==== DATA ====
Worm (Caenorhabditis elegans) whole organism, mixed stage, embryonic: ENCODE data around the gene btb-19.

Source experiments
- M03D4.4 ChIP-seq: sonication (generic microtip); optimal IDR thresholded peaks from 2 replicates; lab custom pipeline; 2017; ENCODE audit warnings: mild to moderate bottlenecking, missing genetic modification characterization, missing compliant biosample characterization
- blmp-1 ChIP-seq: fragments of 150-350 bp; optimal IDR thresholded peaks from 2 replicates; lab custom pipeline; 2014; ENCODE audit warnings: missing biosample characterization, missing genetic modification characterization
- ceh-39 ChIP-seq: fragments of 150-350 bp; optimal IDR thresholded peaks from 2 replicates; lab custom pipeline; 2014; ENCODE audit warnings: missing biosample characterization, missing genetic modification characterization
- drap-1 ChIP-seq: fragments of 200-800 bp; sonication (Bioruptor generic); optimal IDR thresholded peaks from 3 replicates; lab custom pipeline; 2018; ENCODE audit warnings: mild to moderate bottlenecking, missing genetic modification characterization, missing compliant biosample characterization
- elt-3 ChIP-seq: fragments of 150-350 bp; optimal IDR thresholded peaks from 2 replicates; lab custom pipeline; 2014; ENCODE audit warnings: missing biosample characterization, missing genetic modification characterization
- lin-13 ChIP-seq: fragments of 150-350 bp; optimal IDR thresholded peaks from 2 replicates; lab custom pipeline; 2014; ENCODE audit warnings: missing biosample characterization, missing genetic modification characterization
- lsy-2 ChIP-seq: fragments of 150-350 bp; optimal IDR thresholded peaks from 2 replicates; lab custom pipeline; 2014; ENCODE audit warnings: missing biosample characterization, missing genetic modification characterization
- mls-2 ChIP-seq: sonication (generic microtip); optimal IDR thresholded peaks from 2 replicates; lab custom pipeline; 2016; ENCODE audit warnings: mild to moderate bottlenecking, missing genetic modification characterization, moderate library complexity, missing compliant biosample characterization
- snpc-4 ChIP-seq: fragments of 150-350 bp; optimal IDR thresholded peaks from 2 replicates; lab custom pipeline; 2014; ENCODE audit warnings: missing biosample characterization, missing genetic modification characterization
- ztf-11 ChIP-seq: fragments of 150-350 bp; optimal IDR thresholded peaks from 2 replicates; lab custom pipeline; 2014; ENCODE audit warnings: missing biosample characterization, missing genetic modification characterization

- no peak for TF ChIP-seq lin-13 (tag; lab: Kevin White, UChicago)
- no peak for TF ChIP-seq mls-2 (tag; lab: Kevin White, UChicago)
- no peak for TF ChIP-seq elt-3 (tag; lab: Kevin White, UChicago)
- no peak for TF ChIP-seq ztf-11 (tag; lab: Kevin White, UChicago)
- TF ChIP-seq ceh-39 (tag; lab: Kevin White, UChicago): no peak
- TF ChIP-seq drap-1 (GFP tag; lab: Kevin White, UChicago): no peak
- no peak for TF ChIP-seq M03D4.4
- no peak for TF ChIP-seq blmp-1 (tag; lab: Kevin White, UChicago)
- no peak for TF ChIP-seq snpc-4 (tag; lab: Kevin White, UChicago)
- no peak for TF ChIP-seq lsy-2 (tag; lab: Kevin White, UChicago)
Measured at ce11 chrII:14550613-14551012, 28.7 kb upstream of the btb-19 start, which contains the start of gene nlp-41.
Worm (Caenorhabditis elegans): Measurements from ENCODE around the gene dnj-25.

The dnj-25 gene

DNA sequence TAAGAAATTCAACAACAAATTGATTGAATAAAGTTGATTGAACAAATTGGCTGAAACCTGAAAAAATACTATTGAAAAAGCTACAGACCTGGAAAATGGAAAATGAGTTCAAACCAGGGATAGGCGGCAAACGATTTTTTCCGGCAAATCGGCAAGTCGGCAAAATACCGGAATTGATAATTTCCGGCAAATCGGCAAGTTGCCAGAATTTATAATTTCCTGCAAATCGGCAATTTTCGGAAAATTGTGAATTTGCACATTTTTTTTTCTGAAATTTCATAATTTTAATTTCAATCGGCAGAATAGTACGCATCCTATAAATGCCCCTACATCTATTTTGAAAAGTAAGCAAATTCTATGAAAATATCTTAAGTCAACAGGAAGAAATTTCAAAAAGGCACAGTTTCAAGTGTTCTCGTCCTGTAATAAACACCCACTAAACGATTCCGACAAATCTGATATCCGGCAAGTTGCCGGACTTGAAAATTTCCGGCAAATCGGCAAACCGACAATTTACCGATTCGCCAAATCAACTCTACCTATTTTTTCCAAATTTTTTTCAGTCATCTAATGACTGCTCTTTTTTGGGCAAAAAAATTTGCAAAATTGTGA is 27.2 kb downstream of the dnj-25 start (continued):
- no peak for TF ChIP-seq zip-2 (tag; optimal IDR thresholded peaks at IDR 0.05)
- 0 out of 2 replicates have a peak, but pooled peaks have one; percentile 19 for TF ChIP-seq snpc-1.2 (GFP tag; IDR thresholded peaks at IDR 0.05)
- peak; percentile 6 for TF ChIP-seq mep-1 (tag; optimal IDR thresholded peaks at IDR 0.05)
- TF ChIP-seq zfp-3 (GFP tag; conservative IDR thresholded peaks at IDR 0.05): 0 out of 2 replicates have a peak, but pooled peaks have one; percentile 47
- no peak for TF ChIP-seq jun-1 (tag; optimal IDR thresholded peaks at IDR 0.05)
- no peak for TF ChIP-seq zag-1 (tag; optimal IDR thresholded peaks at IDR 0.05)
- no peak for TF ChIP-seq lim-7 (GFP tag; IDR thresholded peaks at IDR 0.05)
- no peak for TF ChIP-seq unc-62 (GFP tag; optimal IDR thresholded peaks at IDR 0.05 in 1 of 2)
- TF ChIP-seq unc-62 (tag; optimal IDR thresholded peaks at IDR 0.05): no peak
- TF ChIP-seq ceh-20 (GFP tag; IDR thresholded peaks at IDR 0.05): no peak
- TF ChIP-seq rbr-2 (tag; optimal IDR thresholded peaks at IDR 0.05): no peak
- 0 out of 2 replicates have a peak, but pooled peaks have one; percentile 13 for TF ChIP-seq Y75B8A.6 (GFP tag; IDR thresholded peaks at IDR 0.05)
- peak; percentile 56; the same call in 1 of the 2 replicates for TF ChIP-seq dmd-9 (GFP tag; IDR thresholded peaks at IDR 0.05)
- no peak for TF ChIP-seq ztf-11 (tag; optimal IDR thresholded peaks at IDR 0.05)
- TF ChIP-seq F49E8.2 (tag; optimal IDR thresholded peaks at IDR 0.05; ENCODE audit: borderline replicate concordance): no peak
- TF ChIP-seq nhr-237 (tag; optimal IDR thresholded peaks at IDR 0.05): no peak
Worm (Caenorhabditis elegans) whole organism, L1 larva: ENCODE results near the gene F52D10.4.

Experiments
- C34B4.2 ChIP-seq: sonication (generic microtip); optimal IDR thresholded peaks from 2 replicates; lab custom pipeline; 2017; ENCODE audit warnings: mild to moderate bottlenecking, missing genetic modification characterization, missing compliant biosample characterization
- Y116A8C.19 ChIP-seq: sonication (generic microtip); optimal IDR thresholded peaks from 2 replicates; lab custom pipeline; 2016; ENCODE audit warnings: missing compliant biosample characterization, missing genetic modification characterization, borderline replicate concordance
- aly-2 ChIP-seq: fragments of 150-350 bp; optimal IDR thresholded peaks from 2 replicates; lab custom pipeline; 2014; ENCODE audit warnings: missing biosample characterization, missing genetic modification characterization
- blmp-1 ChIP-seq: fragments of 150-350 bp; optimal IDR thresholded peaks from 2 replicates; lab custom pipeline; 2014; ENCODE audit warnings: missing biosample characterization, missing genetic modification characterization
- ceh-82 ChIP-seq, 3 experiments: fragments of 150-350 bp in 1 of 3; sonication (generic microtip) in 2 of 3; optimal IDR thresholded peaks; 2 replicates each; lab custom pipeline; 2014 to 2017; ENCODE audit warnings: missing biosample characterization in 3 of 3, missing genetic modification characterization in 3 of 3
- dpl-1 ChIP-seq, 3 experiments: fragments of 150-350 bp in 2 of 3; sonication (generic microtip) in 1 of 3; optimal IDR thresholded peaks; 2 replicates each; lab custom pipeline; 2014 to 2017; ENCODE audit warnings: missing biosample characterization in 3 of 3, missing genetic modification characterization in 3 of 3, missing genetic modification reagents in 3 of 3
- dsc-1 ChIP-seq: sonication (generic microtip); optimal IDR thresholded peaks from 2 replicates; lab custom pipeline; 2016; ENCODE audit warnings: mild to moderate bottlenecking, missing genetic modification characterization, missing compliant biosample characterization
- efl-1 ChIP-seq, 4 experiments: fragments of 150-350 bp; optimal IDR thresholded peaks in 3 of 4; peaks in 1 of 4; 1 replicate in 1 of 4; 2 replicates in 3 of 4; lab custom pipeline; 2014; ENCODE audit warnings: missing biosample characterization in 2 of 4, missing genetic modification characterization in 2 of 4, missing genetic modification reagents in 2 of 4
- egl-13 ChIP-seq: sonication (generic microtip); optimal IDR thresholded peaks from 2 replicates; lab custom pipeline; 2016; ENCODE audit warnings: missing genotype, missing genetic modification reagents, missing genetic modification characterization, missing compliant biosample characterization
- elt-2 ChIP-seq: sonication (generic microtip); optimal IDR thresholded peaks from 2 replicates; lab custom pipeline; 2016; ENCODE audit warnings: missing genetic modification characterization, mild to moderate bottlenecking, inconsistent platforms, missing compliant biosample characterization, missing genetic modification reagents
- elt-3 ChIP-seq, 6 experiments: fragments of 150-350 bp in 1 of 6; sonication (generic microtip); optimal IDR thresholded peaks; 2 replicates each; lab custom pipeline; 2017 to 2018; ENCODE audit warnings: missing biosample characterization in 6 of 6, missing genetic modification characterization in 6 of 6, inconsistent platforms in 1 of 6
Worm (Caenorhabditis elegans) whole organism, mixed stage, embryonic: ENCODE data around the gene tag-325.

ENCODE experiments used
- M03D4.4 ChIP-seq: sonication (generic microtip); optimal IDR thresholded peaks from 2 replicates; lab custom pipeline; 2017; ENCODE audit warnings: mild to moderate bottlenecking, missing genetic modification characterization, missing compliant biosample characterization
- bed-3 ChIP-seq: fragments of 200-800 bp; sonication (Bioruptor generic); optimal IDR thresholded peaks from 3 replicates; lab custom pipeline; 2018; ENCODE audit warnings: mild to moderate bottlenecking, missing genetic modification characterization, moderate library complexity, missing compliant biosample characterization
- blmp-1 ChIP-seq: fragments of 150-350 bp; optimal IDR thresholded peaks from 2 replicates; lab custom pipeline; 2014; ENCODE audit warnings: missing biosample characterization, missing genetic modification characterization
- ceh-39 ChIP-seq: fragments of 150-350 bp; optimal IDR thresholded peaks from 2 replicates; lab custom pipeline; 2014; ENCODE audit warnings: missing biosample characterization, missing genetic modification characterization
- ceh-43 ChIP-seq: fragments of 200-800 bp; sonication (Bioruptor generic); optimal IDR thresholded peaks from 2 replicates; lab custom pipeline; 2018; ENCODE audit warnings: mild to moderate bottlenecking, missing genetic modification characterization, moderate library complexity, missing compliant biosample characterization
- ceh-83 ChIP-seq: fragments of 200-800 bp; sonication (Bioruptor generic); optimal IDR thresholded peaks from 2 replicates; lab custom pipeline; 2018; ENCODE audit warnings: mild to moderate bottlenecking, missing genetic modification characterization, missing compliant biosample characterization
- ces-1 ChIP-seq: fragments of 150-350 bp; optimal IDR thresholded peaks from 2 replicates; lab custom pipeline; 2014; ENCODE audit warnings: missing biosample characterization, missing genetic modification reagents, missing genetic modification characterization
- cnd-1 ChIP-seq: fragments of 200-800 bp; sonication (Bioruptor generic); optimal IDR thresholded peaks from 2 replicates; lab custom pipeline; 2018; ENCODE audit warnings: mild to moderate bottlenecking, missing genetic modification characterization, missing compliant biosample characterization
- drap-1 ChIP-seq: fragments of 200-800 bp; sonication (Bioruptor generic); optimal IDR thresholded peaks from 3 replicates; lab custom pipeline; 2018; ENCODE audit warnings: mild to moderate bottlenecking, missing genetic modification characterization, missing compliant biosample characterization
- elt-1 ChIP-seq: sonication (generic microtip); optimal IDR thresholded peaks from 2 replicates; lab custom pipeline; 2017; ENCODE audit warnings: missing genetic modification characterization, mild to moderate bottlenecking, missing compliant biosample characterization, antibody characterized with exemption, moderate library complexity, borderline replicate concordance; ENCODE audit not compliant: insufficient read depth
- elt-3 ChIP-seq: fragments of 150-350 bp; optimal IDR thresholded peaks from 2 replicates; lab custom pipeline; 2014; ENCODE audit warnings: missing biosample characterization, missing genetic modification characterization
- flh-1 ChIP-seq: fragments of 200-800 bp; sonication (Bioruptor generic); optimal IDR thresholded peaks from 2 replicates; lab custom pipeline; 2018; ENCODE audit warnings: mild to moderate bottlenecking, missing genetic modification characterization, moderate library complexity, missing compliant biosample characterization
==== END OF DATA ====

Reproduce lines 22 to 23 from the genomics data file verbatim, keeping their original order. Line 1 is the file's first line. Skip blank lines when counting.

- no peak for TF ChIP-seq lsy-2 (tag; lab: Kevin White, UChicago)
Measured at ce11 chrII:14550613-14551012, 28.7 kb upstream of the btb-19 start, which contains the start of gene nlp-41.